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thegazette Friday, March 15, 2013

Cam Smith News Editor

Pat walks into the office late for our interview. Understandable, as the previous night had been a long one—he had attended a ninehour council meeting that persisted until 4 a.m. Despite this, Pat shakes my hand energetically and grinning asks, “How are you doing, sir?” It’s this familiarity that really distinguishes Pat from other political figures. Alone, away from the cameras and microphones, he appears down-to-earth and relaxed—a far cry from the powerful rhetorician he was at the debates. “I like to keep really busy. But when I’m not, when I have time to unwind, I’m a friends guy. I have very strong friends from Hamilton that I keep daily contact with, and I have five unbelievable roommates,” he explains. “If I’m not doing stuff on campus, then I want to be hanging out with my friends, having a beer and watching crappy television.” So what encouraged this laid-back man to campaign for presidency? Pat explains he noticed a lack of USC connection with students, something he wanted to remedy. This led to the creation of his enormous platform, which addressed all the shortcomings he felt he could improve as president. Despite the immense detail Pat put into his platform and campaign, his victory still left him stunned and enthralled. “It was a shock, it was a huge shock. So many people had put so much work in,” he reminisces. “When [Pashv Shah] f***in’ announced it, there was this eruption from all sides around me, it was just surreal. It was an out-of-body experience.” The road to his victory in the USC presidential race last month was a long one. At the end of the fall, with the new slate structure in place, Pat began to recruit the team that would eventually see him succeed in his campaign for USC president. “It was late November, and I was in Social Science Building cramming for an essay, and he called me up and we just sat down and figured it out and decided to run,” Amir Eftekharpour, vice-president external affairselect, says to me over the phone while making tacos. Amir explains he was a member of another campaign team at first, but switched to Pat’s after discovering how closely their visions aligned. “It was the stunning good looks,” Amir laughs, and then assumes a more serious tone. “I had actually switched campaign teams onto his from another campaign because I sincerely believed what he was saying more than what the other guy was saying.” Sam Krishnapillai, vice-president internalelect, mirrors Amir’s sentiments about Whelan’s goals. “I don’t like complimenting him to his face,” she laughs. “I hate that he’s going to read this. But he’s really selfless. He will put the students before himself—even if he has to take a hit. But if it benefits students, that’s what he’ll do.”

I’m definitely a big sing-along guy. I’m the guy you don’t sit next to at the concert because you can’t hear the actual artist. It’s a family trait. The Whelans are big sing-along people, my mother especially. —Patrick Whelan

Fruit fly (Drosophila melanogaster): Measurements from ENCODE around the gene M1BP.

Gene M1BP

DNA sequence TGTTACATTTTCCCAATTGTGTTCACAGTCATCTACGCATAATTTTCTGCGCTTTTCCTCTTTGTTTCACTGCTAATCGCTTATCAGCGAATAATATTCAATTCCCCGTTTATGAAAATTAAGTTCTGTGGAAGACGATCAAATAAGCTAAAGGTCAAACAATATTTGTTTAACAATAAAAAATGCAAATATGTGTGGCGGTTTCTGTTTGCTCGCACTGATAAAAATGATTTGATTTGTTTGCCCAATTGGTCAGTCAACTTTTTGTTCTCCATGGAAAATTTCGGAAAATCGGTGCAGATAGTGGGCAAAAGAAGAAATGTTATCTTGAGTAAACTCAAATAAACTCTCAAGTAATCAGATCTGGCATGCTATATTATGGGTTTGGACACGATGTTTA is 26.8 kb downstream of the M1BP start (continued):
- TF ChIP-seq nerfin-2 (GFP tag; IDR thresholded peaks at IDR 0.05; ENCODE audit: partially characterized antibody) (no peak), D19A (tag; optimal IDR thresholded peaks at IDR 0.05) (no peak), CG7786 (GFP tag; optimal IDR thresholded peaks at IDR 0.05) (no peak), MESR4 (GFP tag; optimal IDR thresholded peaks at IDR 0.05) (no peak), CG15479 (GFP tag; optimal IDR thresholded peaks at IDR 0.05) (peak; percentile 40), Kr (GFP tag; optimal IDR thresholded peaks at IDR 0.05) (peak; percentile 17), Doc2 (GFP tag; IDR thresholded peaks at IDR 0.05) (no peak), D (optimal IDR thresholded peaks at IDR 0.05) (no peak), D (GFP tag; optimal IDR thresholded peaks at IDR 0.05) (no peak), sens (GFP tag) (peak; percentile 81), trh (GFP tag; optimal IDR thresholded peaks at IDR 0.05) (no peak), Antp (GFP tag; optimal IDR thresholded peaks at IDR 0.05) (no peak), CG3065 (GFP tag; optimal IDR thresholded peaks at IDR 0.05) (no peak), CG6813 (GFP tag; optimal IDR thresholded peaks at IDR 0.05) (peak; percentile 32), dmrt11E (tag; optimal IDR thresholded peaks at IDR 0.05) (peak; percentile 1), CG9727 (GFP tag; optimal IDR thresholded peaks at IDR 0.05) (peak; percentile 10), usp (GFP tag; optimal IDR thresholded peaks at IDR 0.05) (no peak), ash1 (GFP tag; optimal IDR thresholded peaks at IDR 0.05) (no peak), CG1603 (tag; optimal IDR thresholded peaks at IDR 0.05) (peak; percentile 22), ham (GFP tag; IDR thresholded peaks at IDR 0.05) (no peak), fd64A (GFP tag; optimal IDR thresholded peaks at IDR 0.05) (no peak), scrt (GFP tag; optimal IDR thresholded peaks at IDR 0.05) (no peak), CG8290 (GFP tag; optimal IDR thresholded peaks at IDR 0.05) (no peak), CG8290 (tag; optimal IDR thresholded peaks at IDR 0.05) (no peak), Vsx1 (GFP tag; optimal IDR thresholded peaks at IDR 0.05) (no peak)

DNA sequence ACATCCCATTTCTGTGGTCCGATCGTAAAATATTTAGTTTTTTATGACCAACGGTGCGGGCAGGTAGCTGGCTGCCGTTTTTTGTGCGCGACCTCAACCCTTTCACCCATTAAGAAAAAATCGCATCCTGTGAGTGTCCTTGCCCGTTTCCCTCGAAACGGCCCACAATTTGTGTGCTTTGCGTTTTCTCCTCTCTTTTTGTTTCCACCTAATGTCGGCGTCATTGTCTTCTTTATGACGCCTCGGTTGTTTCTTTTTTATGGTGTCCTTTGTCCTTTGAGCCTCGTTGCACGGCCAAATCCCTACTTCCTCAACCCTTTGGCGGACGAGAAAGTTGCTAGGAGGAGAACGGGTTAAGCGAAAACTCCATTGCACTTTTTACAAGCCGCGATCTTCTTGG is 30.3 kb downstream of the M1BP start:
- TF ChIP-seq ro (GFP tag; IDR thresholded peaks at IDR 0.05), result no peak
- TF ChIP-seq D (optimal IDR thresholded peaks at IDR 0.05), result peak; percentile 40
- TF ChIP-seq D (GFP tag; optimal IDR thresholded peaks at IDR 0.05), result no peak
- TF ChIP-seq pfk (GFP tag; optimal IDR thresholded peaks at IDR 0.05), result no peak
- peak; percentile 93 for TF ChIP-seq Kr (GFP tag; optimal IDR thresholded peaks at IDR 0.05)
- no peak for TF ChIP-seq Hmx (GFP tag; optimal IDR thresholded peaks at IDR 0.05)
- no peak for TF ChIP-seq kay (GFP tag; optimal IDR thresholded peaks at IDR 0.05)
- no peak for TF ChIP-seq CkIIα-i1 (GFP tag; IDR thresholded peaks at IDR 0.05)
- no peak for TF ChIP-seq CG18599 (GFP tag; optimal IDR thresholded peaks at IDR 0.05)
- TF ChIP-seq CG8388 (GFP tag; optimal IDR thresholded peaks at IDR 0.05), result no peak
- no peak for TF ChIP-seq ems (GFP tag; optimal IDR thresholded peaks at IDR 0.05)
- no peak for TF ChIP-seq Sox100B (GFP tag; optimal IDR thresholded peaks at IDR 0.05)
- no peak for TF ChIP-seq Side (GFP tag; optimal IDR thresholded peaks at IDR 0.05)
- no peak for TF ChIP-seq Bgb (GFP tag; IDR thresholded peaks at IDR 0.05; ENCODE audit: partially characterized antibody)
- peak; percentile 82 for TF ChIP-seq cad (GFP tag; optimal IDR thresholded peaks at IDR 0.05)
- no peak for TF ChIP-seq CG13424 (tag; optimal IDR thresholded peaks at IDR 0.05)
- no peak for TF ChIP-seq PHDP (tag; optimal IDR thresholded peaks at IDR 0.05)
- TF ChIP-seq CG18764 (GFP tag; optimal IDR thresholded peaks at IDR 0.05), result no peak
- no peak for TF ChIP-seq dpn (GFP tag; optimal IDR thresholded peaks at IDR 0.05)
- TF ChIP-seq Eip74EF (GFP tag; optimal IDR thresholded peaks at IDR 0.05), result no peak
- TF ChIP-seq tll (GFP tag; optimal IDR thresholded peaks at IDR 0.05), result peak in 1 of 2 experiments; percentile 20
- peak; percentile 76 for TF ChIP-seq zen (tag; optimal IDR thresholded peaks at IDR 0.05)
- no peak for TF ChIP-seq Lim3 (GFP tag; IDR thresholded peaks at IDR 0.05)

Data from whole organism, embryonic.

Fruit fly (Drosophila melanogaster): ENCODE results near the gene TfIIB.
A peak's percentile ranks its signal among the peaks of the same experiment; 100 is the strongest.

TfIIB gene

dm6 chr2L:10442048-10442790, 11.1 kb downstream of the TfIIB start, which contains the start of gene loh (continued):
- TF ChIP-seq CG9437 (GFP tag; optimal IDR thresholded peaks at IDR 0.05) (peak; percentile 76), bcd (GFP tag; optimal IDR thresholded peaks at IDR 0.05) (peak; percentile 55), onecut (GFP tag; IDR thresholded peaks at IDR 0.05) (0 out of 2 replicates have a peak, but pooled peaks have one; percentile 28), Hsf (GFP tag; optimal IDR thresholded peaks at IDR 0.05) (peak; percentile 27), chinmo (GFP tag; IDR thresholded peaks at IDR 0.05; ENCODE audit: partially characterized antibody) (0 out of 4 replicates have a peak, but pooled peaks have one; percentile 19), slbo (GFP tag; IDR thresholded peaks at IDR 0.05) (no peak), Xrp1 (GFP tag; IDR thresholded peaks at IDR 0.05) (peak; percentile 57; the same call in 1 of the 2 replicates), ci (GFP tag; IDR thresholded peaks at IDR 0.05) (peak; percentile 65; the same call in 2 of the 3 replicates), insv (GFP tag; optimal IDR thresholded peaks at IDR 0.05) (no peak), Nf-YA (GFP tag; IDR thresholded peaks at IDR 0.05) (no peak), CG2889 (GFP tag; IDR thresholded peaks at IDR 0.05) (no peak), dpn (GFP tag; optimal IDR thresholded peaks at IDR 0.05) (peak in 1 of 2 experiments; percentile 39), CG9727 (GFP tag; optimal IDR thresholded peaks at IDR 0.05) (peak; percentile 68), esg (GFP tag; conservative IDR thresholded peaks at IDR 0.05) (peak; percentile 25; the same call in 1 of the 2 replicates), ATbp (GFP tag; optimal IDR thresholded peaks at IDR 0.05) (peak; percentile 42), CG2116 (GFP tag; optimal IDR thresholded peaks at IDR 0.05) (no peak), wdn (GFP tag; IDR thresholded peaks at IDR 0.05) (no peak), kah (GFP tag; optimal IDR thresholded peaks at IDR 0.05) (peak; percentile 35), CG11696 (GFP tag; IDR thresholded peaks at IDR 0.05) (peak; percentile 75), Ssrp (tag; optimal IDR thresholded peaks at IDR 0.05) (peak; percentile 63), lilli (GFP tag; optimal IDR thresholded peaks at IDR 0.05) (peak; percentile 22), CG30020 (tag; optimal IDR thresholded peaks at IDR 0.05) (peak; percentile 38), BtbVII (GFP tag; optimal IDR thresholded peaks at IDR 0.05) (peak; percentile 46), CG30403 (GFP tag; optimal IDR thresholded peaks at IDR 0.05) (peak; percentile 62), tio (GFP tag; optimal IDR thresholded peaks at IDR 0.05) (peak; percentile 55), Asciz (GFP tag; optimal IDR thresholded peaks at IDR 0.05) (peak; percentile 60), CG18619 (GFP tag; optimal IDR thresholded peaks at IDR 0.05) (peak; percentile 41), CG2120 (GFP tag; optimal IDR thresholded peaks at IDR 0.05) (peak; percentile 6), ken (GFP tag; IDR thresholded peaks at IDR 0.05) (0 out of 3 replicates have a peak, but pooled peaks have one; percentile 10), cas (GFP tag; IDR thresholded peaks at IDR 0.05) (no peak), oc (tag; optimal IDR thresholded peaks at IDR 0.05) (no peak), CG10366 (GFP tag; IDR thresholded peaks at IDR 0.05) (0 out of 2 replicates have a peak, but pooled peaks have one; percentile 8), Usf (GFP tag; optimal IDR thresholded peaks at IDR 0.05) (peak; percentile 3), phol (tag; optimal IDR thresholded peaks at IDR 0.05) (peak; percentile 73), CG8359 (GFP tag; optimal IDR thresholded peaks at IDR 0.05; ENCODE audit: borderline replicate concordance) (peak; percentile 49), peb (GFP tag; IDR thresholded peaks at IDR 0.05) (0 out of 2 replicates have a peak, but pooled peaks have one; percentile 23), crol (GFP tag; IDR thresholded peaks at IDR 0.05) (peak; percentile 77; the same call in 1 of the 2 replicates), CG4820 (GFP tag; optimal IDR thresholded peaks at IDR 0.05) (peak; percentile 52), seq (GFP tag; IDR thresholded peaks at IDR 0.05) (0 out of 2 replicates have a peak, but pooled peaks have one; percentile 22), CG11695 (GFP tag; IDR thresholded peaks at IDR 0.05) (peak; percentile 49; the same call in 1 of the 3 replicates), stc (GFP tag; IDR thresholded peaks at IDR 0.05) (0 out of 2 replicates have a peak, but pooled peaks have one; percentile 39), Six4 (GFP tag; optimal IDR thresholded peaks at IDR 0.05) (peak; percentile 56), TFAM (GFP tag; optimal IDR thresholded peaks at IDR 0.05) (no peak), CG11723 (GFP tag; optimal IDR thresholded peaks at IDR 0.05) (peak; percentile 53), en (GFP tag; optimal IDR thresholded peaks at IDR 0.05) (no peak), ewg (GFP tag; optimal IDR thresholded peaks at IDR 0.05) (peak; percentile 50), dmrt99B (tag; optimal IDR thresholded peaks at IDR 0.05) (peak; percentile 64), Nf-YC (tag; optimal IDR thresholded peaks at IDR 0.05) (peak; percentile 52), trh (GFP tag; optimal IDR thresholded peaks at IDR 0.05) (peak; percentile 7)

University Students’ Council president-elect

Like everyone, Pat has distinct character traits, habits, obsessions and flaws. Behind the president figure, there truly is a human being. “He’s very human. He’s very obsessive sometimes. He’ll pick up a habit and keep going at it for years. Things like James Bond— he’ll just never shut up about James Bond,” Amir quips. “He’s a person, he’s flawed, but he’s got a lot of good qualities.” “He’s just this kind of goofball that’s really tall,” Sam says with a smile. “I think he thinks he’s a good singer. He sings along to stuff a lot, but I’m not a big fan.” Pat begrudgingly agrees with Sam’s assertion about his singing. “Yes,” he groans. “I’m definitely a big singalong guy. I’m the guy you don’t sit next to at the concert because you can’t hear the actual artist. It’s a family trait. The Whelans are big sing-along people, my mother especially.” In spite of his idiosyncrasies, or perhaps because of them, Pat was able to appeal to the 3,366 students who voted for him. Irrefutably comfortable in front a crowd, Pat is able to maintain an honest disposition without stooping to political rhetoric. “He is very engaged. He’s very energetic. He says a lot of dumb things and steps on people’s toes every now and then, but that’s just who he is,” Amir says. “I don’t really see him as a politician in that sense, but I guess he is now whether he wants to be or not.” “He’s a good person, a good leader,” Sam adds. “I wouldn’t want to work with anyone else, and I couldn’t imagine anyone else being president.” Looking forward, Pat intends to remain true to himself regardless of the inundation of politics he will inevitably face. He wants to carry on the same honesty and genuine compassion for the students of Western he displayed during his campaign and subsequent election. “I have no secrets. Like I said from the beginning, I’m going to be me,” he says. “I guess if you know me, you know me.” Pat is a man who likes a pint of beer, singing loudly and sporting daring red trousers. He’s the man who wrote a 21-page presidential platform, more than double his opponents’. He’s the man with the indefatigable grin and infectious chuckle. He is our next University Students’ Council President, Patrick Whelan.